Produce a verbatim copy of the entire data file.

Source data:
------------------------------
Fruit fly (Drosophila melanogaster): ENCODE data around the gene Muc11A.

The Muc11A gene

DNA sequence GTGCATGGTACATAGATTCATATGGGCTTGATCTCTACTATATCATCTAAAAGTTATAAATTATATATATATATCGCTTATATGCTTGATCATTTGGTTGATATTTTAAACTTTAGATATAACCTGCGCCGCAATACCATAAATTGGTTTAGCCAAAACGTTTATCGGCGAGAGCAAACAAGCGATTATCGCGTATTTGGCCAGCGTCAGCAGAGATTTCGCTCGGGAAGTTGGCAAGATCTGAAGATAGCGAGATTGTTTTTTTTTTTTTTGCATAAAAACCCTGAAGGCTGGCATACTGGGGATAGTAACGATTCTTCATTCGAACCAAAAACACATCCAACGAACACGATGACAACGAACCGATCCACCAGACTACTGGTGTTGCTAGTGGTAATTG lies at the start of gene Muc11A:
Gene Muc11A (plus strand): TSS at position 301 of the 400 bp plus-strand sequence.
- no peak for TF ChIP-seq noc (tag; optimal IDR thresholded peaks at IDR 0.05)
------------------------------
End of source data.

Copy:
Fruit fly (Drosophila melanogaster): ENCODE data around the gene Muc11A.

The Muc11A gene

DNA sequence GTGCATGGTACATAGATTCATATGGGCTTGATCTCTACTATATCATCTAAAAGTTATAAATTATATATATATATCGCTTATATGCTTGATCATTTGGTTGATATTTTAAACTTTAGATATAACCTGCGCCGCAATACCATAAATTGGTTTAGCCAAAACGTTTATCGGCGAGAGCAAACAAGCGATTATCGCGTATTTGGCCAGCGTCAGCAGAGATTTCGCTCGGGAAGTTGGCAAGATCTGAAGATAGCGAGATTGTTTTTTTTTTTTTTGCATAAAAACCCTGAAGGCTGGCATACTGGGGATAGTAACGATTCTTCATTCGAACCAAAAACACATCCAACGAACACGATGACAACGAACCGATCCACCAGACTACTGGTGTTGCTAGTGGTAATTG lies at the start of gene Muc11A:
Gene Muc11A (plus strand): TSS at position 301 of the 400 bp plus-strand sequence.
- no peak for TF ChIP-seq noc (tag; optimal IDR thresholded peaks at IDR 0.05)